Cats don't just manipulate us in appearance, though. Oh, no - cats have learned to work us into a puddle of obedient mush with meowing and purring. A study by behavioral ecologist Karen McComb found that, as with babies, humans can distinguish between the different kinds of purrs from a cat. We know the difference between a hungry/whining (pleading) purr and one of content (Peeples 2009). To persuade us to fulfill their desires, cats can also employ a high-frequency meow that is incredibly similar to the cry of a human baby.
Have you fallen victim to feline adorability?
Sunday, August 8, 2010
We currently have 53 official cat days: 52 Caturdays (they come after Fridays and before Sundays) and now this World Cat Day. I don't know about you, but I'm pretty sure that my cats dominate the house six hours a day, seven days a week. As far as I'm concerned, every day is Caturday.
Anyway, in the spirit of WCD, I'm going to share the story of how I acquired one of my cats, Boom Boom. It's really a very interesting story.
About six years ago in the month of October, back when I was in ninth grade, this black stray cat started hanging out near our house. She had three kittens who were already about four or five months old. She was a very small, rail thin cat, and she became very friendly very quickly. In a matter of days from when we first started feeding her, she had let us pet her.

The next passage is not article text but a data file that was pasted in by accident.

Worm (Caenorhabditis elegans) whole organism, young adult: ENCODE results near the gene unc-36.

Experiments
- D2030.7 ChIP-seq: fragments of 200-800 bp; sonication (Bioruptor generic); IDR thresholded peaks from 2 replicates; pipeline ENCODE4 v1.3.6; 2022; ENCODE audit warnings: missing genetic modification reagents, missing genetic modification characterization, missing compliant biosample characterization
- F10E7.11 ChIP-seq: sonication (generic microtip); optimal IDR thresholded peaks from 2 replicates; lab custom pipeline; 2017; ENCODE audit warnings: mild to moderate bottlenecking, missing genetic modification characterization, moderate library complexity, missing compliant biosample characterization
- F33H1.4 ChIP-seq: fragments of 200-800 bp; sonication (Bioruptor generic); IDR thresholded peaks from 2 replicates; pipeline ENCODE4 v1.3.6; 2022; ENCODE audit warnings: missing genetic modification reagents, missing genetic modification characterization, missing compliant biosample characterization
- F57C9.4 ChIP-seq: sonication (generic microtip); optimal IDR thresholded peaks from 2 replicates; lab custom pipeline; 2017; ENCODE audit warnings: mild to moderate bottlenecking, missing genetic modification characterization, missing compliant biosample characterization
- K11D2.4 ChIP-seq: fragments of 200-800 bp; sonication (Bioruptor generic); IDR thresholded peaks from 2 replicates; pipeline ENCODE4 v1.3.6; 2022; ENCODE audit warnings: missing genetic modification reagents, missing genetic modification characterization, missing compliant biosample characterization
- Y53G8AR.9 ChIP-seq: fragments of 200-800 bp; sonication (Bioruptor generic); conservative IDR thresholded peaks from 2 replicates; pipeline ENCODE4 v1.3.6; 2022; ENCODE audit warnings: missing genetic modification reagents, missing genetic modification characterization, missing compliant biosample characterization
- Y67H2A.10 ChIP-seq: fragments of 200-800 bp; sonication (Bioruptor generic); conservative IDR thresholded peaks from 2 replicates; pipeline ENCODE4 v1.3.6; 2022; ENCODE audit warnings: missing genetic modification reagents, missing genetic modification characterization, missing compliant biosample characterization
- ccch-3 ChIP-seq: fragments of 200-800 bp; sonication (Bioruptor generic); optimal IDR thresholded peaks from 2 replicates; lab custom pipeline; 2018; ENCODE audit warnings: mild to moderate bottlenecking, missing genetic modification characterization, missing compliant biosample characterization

We (my mother and I) could tell she was pregnant, but we didn't have any idea how far along she was. We put a box and some towels out on the front porch (not the best place, but the only place she'd really hang out) and the next day, we found four healthy newborns. A week later, they all disappeared. Fast forward to the day before Thanksgiving.
It was a dark and stormy night (no, srsly, it was raining and thundering and it was, like, midnight). We heard scratching and meowing at the door. On the mat lay two soaking wet kittens with Mama (the mother cat) running around. I walked around the porch and found another one who had tried to scramble away. We brought them in and warmed them up. The fourth kitten was nowhere to be found and we thought something bad had happened to it in the month they had been gone.
The next day it was Thanksgiving. The turkey was in the oven, we had company over. Every now and then, my mother and I thought we heard meowing outside, but we just wrote it off to being crazy. As the day wore on, though, it seemed to get more real. When we went outside, we heard distinct meowing coming from the gully. It was the fourth and final kitten.
A gully (example) is sort of like a ditch or a channel in a semi-hilly area, caused by longtime erosion, usually from rainfall. It's more or less a small stream. The problem was that this area was surrounded, on both sides, but yards of very thick, prickly and thorny bushes and trees. There was no way we could access the area besides hacking and cutting our way through.
We spent more than an hour cutting only to find that the gully was incredibly steep from the side we were on. If the fire department wouldn't come for a kitten, they would at least come for us. My mother had considered sliding down the gully on a sled.